Mutations on NPRL3 gene (ss1850263261 [p.Val394Gly] and ss1850263264) with significant associations with respectively C4:0 and C24:0 occurs within a region of a QTL for milk palmitic acid (C16:0)59 making it a potential candidate gene for milk fatty acid traits. Numerous SNP associations and QTLs exist on BTA21 for milk traits in dairy cattle19,46,50,60 and this study has identified SNP associations with fatty acid traits in EVL (rs432423874, rs209872748, rs467244058, rs381368835 and rs454925079), SLCO3A1 (rs434552481 and rs209897920) and PSMA4 (rs207776812) genes making them potential candidate genes for the reported QTLs. Neighboring SNPs (rs133525188 and rs381581176) occurring with the same MAF (4.2%) on the FTO gene influenced C6:0 significantly thus supporting a previous report on the impact of two causative mutations in the FTO gene with a functional effect on milk fat and protein yield in Holstein dairy cattle61. MACROD1 and five other genes (SLC22A8, NRXN2, EHD1, DKFZP761E198 and C29H11orf68) harboring variants with significant associations with C6:0, C8:0 and C13:0 are located within an association hotspot region (3 Mbp, from 42815829 to 45731092 Mbp) of BTA29 (Table 5). Previous reports of significant QTLs for milk and protein yield and for milk fat and protein percentages within this region of BTA2936,43 suggest that associated SNPs in this study could be contributing factors to the phenotypic variance in these traits. Two or more SNPs in 7 genes including 5 in NPAS2 gene were observed to significantly associate with C13:0 in this study (Table S7e). SNPs in NPAS2 gene are located within a reported QTL region for milk fat yield on BTA1142. In addition, two NPAS2 SNPs (rs211557881 and rs208606161) explained about 7% of the variation in C13:0. The presence of NPAS2 amongst genes of human REACTOME’s fatty acid, triacylglycerol and ketone body metabolism pathway suggest a similar role for this gene in bovine.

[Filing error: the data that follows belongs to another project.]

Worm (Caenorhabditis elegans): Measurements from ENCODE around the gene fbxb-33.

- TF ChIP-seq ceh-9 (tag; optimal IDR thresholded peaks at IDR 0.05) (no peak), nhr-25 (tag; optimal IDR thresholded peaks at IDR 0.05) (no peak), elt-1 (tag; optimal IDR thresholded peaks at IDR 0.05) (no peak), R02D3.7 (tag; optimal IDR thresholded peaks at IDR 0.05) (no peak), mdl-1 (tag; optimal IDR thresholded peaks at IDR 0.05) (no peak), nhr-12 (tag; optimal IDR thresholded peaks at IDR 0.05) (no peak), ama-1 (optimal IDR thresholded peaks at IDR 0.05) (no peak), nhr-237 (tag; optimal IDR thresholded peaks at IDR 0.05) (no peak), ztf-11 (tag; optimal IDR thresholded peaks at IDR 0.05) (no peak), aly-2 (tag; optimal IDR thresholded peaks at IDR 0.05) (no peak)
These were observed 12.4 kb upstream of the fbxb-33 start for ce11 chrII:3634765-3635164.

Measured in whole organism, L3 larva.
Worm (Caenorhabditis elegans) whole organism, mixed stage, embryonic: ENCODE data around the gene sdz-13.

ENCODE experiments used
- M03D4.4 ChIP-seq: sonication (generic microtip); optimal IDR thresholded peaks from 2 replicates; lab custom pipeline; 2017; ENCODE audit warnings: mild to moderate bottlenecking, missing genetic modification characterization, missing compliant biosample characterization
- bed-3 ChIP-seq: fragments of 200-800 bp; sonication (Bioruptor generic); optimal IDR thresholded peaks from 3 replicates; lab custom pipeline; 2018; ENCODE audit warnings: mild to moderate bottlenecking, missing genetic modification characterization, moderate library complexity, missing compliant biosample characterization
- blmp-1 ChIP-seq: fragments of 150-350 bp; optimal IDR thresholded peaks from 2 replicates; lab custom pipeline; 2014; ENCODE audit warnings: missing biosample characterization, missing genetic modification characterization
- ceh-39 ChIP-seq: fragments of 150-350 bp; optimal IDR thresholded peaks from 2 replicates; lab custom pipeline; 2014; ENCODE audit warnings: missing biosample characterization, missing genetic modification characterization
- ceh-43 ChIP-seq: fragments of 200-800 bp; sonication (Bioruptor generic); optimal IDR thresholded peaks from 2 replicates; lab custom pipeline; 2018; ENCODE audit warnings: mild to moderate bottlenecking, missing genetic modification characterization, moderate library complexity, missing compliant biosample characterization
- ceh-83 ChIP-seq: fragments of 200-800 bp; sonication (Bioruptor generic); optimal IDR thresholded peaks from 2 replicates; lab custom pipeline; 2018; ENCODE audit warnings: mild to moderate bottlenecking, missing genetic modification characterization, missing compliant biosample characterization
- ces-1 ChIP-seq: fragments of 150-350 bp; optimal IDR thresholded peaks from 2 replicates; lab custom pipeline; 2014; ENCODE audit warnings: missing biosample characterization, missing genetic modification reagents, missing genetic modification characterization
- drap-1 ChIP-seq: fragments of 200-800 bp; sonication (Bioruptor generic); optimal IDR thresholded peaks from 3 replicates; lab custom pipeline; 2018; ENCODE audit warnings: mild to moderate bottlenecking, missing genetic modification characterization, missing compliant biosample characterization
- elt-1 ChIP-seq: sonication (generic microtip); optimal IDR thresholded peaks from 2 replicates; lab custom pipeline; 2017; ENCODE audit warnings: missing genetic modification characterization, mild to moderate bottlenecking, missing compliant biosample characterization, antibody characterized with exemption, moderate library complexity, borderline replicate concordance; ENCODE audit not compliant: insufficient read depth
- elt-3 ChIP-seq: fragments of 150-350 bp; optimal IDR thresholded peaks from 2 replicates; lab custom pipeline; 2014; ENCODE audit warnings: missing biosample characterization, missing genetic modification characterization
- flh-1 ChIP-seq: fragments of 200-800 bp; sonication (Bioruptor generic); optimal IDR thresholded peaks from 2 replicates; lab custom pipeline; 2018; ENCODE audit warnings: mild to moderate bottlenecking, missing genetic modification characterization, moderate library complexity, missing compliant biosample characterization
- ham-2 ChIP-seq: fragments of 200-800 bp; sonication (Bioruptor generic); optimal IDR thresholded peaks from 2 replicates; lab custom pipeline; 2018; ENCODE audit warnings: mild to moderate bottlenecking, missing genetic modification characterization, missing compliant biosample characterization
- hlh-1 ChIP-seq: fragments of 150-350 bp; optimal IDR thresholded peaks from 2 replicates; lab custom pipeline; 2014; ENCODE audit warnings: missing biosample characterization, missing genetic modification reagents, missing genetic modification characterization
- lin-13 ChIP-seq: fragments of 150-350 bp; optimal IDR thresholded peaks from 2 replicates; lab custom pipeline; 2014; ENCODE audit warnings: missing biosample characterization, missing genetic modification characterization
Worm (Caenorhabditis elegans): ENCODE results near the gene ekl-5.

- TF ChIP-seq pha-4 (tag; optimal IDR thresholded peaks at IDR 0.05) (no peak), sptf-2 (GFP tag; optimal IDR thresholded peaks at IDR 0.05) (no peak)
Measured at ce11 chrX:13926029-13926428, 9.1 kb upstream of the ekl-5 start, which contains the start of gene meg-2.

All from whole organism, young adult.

Conclusion